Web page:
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Pocahontas was a chief’s daughter, but she liked to cook.

Pungnough AKA corncob flour. Make a dough by combining corncob flour and water. The dough was formed into a flat cake and covered with leaves. Next, hot ashes were added on top of the leaves, which baked the cake. Talk about a smart use of resources! The dough could also be formed into balls and boiled as dumplings. [John Smith wrote in his journals that he didn’t like Pungnough] (she is said to be my great…great grandmother, but that is another story)

 

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Pocahontas was a chief’s daughter, but she ate with everyone else.

Hobbenis AKA hopniss or groundnuts (early settlers likened them to turnips) are underground tubers similar to potatoes and cooked the same way. They were common along the east coast and were likely at the first Thanksgiving.

(she is said to be my great…great grandmother, but that is another story)

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Keep the kids busy!

Bannock Recipe

Used by Indians in Canada & American Backpackers. In this age of bread shortages, this recipe can be used at home—mix in a bowl and cook over a stove. The kids might even enjoy helping.

In 2-quart freezer bag

2 cups all-purpose flour

½-teaspoon salt

2 teaspoons baking powder

1-tablespoon sugar

¼ cup powdered milk

Cook that stuff!

  1. Put 1 cup cold water in bag and let sit a couple minutes.
  2. Mix thoroughly (shake, rattle, and roll).
  3. Put into greased (buttered) skillet. Liquid margarine works great.
  4. Cook until brown. You can turn it or hold the top next to a campfire to brown both sides. I just brown one side.
  5. Pig out – can be used for dessert with butter or strawberries. Without the margarine, it’s almost fat free.

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Pocahontas was a chief’s daughter, but she did her share of snacking.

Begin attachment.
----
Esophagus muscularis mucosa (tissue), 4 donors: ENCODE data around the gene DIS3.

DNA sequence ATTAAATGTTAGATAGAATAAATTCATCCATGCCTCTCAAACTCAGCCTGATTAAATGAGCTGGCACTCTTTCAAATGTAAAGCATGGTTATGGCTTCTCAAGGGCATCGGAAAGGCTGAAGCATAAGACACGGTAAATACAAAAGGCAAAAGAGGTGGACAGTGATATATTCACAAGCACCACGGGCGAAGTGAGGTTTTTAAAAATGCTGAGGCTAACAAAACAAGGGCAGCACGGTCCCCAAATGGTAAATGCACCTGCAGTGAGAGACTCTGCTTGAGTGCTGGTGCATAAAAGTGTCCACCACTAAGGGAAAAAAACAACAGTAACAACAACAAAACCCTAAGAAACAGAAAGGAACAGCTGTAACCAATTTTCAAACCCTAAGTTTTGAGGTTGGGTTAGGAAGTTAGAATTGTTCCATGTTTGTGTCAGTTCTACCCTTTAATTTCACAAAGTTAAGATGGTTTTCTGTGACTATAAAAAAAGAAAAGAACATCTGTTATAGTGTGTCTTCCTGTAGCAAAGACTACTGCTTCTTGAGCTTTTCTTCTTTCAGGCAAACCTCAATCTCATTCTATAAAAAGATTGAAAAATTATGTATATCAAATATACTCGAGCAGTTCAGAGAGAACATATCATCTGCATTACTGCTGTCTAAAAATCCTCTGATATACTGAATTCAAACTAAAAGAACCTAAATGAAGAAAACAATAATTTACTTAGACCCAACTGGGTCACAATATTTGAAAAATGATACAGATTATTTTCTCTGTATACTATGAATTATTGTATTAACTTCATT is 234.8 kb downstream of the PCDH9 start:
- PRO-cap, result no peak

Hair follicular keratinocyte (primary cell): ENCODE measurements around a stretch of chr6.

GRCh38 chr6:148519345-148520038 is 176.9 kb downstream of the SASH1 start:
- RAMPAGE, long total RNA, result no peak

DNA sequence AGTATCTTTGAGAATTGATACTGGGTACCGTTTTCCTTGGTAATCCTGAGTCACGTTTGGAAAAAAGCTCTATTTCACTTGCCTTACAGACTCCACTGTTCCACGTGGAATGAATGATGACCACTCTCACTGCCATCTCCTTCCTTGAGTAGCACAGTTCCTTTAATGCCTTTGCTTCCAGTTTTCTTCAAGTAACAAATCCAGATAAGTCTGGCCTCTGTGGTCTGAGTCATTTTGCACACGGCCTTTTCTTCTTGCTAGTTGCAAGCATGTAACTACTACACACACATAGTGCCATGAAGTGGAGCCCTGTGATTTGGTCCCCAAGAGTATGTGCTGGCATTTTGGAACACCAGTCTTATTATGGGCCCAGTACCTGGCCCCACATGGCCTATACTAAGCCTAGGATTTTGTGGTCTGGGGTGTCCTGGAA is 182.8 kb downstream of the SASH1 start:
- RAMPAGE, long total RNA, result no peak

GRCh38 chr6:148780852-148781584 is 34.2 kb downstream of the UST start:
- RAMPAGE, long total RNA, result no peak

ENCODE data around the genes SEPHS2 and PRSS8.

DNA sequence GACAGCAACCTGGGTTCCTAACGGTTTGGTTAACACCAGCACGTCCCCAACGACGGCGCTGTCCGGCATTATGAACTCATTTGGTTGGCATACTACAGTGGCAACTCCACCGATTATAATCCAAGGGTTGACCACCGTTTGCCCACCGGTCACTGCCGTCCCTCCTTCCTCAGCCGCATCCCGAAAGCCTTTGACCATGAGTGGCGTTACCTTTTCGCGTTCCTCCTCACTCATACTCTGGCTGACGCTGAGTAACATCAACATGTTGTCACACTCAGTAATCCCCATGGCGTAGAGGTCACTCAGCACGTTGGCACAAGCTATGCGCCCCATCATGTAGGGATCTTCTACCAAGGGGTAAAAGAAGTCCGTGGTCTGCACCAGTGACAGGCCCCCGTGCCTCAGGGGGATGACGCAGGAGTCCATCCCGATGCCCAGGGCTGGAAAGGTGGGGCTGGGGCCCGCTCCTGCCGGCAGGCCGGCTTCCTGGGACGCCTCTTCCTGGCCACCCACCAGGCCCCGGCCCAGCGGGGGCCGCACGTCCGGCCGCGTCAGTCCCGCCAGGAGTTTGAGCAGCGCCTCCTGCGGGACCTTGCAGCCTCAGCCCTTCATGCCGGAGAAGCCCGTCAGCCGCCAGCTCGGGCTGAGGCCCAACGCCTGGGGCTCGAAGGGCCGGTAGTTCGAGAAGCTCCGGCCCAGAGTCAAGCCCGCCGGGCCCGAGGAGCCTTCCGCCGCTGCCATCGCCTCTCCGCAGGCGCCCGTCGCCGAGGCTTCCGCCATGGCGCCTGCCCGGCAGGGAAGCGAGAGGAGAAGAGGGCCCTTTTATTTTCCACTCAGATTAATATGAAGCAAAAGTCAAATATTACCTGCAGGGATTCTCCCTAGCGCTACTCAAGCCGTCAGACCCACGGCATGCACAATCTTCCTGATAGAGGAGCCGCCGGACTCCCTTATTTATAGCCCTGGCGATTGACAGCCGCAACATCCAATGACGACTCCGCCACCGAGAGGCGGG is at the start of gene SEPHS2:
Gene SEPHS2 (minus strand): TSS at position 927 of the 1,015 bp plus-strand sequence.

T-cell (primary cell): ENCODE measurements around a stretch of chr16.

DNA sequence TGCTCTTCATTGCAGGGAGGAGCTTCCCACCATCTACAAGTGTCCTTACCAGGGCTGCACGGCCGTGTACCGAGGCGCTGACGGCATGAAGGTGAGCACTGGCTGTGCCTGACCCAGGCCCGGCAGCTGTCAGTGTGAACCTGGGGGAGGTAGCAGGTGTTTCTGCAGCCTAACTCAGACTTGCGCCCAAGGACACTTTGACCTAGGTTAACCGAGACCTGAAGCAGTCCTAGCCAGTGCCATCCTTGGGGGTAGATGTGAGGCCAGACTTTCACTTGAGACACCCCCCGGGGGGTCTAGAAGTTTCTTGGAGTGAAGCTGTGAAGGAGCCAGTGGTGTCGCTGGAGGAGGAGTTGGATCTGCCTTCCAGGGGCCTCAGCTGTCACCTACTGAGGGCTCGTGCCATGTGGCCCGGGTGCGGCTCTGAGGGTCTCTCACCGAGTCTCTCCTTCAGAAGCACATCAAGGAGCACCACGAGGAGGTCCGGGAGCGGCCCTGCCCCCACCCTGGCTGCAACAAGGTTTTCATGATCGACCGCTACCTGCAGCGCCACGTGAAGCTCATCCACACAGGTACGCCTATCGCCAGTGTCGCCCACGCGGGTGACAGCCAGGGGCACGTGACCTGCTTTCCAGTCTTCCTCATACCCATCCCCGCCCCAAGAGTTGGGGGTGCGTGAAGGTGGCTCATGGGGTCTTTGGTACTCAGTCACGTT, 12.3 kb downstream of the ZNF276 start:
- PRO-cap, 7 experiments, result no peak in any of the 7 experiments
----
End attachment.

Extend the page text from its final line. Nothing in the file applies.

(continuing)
Hog peanuts AKA ground beans—hagiach are similar to peanuts. The underground seeds/beans can be cooked or eaten raw. Roots also used.

(she is said to be my great…great grandmother, but that is another story)

Eloise Butler Wildflower Garden

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Pocahontas was a chief’s daughter, but she did her share of digging up potatoes.

Duck potato aka wild potato AKA Indian potato—woapipen. Grows in swampy area. Eaten raw or cooked like a potato.

(she is said to be my great…great grandmother, but that is another story)

 

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Pocahontas was a chief’s daughter, but she did her share of cooking.

Appone – cornbread. Cornmeal and water was formed into flat patties. Wet leaves (sassafras or cornhusks) were placed around the patty with hot ashes covering the leaves, baking the cornbread. Or could be formed into balls, covered in leaves, and boiled dumpling style.

(she is said to be my great…great grandmother, but that is another story)

 

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Pocahontas was a chief’s daughter, and she liked her treats.

Powcohiscora AKA nut milk—pounded nuts mixed with water and sweetened either with honey or maple/other tree syrup. For an extra special treat, Powcohiscora was added to cooked hominy grits. Hickory nuts were preferred though other nuts such as black walnuts were used.  (she is said to be my great…great grandmother, but that is another story)

 

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